All ten actors are magnificent. Joseph Peacock's Pete is a masterclass in youth, conveying not only the impetuousness of his age, but also a fierceness of passionate devotion to his dead father. Heenan is his young friend Dusty who also turns in a neat tune on the saw. As Frances, a girl of Pete's age who also lost her father and ran off into the hills, Grace Osborn is a revelation. Osborn is completely convincing as a feisty yet tender hillbilly. There is memorable work too from Chris Jenkins as older brother Jake and David Haydn as the enigmatic fantasy creation of Pete's imagination and the ghost of his father, with gorgeous vocal harmonies from all.

Nick Barstow's musical direction is masterful. In an environment that has had its sound designed excellently by Philip Matejtschuk, Barstow's 5 piece band which could so easily dominate the compact space in fact create the perfect Texan sound. Katherine Robb's fiddle playing is exquisite while Felix Stickland's guitar work (and, hurrah, an occasional burst of banjo too) offering up moments that suggest a hint of Ry Cooder. 

If ever a show deserved a transfer or extension this is it. The Burnt Part Boys is perceptive and exciting, with a denouement that is as unexpected as it is both heartbreaking and uplifting. Exceptional, unmissable musical theatre.

Runs until 3rd September

Saturday, 27 August 2016

Brass - Review

Hackney Empire, London


Music, lyrics and book by Benjamin Till
Additional lyrics by Nathan Taylor and Sir Arnold Wesker
Directed by Hannah Chissick

The Leeds Pals before going over the top

Two years after its premiere in Leeds, the National Youth Music Theatre's production of Brass arrives at the capital's Hackney Empire. And yet again, under the aegis of this remarkable organisation, the quality of acting, song and music is magnificent.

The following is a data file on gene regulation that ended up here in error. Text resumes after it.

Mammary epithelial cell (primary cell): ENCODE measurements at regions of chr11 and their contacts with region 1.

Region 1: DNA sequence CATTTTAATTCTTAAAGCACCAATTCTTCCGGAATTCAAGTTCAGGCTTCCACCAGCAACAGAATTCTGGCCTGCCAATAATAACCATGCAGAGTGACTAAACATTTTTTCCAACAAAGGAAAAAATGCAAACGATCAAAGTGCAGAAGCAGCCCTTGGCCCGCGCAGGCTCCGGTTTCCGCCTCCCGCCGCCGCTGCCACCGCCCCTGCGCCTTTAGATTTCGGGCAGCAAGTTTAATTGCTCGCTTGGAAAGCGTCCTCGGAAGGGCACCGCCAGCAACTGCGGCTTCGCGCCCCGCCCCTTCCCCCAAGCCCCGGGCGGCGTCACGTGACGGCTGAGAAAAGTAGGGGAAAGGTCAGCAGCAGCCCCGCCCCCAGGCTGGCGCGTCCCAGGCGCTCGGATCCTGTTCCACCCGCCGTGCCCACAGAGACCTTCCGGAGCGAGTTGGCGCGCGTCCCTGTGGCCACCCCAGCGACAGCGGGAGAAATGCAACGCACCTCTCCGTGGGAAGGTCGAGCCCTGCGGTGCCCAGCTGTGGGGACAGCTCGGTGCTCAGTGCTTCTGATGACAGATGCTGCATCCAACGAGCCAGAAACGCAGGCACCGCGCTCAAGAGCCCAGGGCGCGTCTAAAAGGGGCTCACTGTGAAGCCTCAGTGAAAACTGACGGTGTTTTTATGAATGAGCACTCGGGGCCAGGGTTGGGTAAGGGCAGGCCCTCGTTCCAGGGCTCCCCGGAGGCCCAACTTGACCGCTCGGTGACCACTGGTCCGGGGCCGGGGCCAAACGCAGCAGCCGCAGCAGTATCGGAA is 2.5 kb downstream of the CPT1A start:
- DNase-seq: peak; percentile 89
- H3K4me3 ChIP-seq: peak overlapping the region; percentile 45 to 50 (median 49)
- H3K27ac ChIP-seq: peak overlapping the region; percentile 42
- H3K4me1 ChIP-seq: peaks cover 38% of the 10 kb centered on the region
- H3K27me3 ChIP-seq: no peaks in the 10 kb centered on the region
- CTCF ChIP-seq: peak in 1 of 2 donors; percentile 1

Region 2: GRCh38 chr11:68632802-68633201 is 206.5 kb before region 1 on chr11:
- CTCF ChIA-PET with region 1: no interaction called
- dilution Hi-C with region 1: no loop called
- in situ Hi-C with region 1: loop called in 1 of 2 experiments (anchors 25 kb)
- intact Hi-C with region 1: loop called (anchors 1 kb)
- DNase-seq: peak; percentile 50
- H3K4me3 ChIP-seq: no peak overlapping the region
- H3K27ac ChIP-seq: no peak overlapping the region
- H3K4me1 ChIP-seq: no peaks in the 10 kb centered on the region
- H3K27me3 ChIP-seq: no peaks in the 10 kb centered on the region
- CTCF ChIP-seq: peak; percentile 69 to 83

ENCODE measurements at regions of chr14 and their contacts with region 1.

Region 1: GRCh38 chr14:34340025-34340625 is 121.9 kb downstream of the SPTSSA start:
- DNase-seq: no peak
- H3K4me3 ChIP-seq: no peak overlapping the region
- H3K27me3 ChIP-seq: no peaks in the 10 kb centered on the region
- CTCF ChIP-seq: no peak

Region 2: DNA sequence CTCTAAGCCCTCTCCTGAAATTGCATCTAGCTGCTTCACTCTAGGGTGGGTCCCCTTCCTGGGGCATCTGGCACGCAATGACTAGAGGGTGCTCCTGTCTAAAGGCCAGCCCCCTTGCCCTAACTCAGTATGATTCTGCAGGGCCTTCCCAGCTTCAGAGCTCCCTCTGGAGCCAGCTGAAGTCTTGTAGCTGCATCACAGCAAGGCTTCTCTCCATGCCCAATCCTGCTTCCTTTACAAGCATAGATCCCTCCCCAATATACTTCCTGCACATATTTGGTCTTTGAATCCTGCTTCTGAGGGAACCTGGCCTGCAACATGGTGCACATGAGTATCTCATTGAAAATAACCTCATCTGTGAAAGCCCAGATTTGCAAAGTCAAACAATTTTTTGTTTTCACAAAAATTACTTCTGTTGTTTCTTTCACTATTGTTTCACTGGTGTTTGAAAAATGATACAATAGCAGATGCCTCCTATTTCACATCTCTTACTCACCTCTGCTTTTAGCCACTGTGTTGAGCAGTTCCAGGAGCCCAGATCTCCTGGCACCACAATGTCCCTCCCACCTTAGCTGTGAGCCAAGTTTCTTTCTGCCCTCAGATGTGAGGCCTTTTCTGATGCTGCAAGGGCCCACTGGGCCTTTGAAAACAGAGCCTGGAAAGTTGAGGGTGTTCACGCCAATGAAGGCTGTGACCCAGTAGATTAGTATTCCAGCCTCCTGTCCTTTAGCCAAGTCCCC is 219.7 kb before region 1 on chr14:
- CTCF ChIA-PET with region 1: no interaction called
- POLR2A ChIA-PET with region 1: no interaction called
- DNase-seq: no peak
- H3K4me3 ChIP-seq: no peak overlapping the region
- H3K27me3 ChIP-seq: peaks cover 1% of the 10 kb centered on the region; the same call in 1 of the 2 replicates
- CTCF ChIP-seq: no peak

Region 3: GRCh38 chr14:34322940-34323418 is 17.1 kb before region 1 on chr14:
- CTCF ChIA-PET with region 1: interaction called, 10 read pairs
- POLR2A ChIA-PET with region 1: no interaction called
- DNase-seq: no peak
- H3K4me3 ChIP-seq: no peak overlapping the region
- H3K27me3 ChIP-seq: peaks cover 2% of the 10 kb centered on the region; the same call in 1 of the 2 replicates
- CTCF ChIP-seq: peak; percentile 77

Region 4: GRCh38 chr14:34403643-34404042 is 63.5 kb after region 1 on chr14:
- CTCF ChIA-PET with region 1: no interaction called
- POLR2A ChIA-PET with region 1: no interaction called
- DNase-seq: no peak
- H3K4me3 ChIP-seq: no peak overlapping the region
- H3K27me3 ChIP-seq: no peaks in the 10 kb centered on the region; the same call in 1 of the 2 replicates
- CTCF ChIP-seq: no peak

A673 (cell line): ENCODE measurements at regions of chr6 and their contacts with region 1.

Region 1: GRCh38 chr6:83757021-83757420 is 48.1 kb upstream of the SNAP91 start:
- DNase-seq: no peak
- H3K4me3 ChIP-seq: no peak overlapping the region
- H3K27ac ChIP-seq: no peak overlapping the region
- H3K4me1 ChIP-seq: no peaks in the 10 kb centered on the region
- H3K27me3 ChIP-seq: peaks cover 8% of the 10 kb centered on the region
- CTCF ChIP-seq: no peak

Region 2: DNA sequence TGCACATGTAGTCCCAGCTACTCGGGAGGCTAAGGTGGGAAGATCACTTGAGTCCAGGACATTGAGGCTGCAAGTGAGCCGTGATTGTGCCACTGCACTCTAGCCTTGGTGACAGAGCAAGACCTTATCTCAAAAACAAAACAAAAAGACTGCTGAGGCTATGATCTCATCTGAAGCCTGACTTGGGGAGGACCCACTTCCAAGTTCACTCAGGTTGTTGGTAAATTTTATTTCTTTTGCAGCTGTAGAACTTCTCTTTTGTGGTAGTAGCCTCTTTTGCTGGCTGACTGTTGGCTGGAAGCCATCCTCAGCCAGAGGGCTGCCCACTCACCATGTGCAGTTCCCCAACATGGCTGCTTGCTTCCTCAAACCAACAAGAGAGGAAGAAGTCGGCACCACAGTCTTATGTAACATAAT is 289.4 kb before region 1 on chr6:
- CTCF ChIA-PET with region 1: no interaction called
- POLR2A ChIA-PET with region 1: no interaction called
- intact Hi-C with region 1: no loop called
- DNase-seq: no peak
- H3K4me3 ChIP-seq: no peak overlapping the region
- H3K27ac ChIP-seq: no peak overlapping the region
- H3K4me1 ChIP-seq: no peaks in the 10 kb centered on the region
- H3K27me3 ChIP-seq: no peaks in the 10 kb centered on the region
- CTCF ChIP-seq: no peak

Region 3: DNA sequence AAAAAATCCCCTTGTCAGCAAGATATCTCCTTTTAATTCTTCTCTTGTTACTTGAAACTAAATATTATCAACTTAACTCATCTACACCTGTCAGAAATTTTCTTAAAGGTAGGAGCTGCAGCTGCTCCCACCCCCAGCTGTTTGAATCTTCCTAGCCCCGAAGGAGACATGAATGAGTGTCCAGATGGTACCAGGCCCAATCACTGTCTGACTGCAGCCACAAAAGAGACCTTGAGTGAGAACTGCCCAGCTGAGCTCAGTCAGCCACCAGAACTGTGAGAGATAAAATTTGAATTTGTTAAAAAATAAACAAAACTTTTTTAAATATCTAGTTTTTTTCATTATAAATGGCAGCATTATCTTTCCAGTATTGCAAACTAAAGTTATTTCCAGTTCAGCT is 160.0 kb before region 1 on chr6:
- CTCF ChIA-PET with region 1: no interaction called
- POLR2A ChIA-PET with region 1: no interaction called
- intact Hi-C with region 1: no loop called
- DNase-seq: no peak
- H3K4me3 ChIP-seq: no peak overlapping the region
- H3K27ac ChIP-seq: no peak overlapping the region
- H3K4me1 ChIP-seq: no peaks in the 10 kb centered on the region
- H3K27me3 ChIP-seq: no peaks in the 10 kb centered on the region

Brass tells a powerful story of the First World War. The Leeds Pals, some 300 or so infantrymen many of whom back home comprised a brass band, were tragically killed in the first day's fighting on the Somme. But rather than just focussing on our Boys at the front, Brass also tells of the munitions girls back home. As well as hearing the soldiers' stories, the show also weaves its lightly threaded fiction through the true lives of the Barnbow Girls who worked in an armaments factory just outside Leeds and who were famous as singers. In the show they take up their boys' brass instruments, forming a band in the factory as a tribute to their loved ones fighting in France.

Using a smattering of both romantic and sibling relationships between the city's boys and girls we share the hopes and tragedies of both, with the show, as well as telling of the battlefield horrors of the Great War also sensitively highlighting the often unsung sacrifices made by women. Long before the era of Health & Safety legislation, those on the production lines suffered debilitating injuries handling the highly toxic components of weaponry.

The real strength of Brass however lies in the impressive performances that Hannah Chissick has coaxed from her company, fuelled of course by the poignancy of knowing that the average age of the NYMT cast would have been similar to that of the young women and men that the story tells of, with Jason Denvir's simply effective designs perfectly setting the scenes.

The whole company, and under Alex Aitken's baton the orchestra too, are fabulous and NYMT should be rightly proud of what is being performed here, even if it is only for two short days. Amongst a multitude of fine performances there are a handful of standouts, with Ben Mabberley, Crispin Glancy, Kitty Watson and Laura Barnard offering perhaps the night's most memorable work.

NYMT truly represent a glimpse of some of the best of what our young people can achieve, be it on stage, in a band or in the myriad of technical areas that make up a show. Take a journey to Hackney today and be inspired by the excellence that is this remarkable company.